Requirements and Best Practices – Organizational Gift Substantiation

by George Rattin, Associate Vice President, HUB Philanthropic Solutions

As consultants, we speak often about “best practices.”  Those are the habits and behaviors that individuals and organizations should undertake to provide the highest quality and levels of service.  However, best practices are not requirements (typically).  Though many best practices are driven to ensure we do the best for our organizations as well as the donors who support them, they are simply conventions that allow organizations to be the most effective.  Over the next month or so, I will take a look at the requirements that reside behind best practices.  Today, I look at organizational requirements for gift substantiation.

IRS Publication 1771 provides an explanation of the requirements of Charitable Contribution substantiation.  The IRS imposes record keeping and substantiation rules of charitable contributions and disclosure rules on charities that receive certain quid pro quo contributions:

  • Donors must have a bank record or written communication from a charity for any monetary contribution before the donors can claim a charitable contribution on their federal income tax returns. „
  • Donors are responsible for obtaining a written acknowledgment from a charity for any single contribution of $250 or more before the donors can claim a charitable contribution on their federal income tax returns. „
  • Charitable organizations are required to provide a written disclosure to a donor who receives goods or services in exchange for a single payment in excess of $75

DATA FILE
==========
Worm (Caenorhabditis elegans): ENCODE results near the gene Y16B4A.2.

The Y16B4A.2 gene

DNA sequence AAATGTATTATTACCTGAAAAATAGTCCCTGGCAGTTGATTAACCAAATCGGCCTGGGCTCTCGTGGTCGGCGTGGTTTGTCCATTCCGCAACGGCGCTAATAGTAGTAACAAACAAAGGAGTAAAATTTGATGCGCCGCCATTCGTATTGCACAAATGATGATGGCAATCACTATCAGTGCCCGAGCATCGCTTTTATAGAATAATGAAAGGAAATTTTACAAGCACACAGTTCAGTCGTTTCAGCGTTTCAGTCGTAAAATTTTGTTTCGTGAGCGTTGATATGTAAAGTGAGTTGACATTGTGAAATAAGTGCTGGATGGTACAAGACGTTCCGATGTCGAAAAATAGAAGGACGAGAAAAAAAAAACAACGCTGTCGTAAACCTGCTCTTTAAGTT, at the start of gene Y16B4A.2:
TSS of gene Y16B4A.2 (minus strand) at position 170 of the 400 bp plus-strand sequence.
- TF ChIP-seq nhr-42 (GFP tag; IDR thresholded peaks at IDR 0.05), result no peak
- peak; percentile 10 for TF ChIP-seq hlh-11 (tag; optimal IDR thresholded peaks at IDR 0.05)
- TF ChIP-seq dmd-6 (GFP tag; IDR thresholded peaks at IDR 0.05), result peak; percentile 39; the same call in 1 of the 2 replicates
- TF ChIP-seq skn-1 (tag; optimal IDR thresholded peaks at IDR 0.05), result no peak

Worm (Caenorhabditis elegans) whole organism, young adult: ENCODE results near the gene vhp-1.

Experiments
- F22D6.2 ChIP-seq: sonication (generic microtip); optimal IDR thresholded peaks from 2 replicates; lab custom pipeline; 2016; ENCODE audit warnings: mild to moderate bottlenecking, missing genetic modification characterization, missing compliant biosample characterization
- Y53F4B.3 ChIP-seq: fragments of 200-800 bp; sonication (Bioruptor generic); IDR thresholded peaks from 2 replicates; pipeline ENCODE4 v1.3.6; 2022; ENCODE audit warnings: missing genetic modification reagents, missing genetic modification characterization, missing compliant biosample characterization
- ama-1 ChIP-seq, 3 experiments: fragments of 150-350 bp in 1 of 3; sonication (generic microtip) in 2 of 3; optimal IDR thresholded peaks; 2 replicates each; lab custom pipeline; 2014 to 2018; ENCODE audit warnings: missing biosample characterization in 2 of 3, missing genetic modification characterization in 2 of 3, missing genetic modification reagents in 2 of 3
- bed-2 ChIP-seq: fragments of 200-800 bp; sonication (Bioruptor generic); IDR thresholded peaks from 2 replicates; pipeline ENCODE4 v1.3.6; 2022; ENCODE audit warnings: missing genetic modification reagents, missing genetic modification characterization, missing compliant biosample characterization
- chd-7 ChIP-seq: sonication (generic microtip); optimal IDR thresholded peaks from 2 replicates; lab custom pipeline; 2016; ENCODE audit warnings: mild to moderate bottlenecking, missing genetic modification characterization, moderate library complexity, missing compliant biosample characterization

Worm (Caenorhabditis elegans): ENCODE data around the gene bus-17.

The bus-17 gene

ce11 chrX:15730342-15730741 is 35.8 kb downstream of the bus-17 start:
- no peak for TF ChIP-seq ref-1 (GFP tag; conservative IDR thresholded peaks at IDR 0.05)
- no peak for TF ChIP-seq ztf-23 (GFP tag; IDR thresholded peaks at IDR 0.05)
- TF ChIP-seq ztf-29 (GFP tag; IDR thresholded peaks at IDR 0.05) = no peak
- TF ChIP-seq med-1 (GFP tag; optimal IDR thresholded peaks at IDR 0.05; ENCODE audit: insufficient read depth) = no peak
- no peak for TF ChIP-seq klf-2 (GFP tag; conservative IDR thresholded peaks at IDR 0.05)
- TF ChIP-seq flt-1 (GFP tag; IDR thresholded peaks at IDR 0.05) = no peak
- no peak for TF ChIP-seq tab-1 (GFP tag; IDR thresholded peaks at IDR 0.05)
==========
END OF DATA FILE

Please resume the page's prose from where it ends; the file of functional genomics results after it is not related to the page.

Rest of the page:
Though there are many best practices that would direct an organization to provide a gift acknowledgement in timely manner, the IRS does not impose a penalty on organizations that do not.  They instead say it is the donor’s responsibility to seek out the required documentation for gifts over $250.  However, if an organizations fails to provide written substantiation of a quid pro quo payment, the IRS can impose a penalty of $10/contribution, not to exceed $5,000 per fundraising event or mailing.

Example of a quid pro quo contribution: A donor gives a charitable organization $100 in exchange for a concert ticket with a fair market value of $40. In this example, the donor’s tax deduction may not exceed $60. Because the donor’s payment (quid pro quo contribution) exceeds $75, the charitable organization must furnish a disclosure statement to the donor, even though the deductible amount doesn’t exceed $75.

As organizations look to build or revise policies and procedures it is essential to know what you are required to do.  However, rarely will requirements alone suffice to build and grow donor support.  Once you have a firm understanding of your requirements,  build procedures that support your donors and build loyalty.  What follows are a few best practices regarding organizational contribution gift acknowledgements:

  1. Provide donors with written gift acknowledgements that specify if any goods or services were received and if so, providing detail and value of said goods and services.
  2. Provide gift acknowledgements in a timely manner, typically within 48 hours (business) of when the gift was received.
  3. For donors who provide multiple gifts to your organization per year, provide a year-end summary outlining all gifts made within that year and provide that prior to April 15th of the following year.  The closer to year end, the better.



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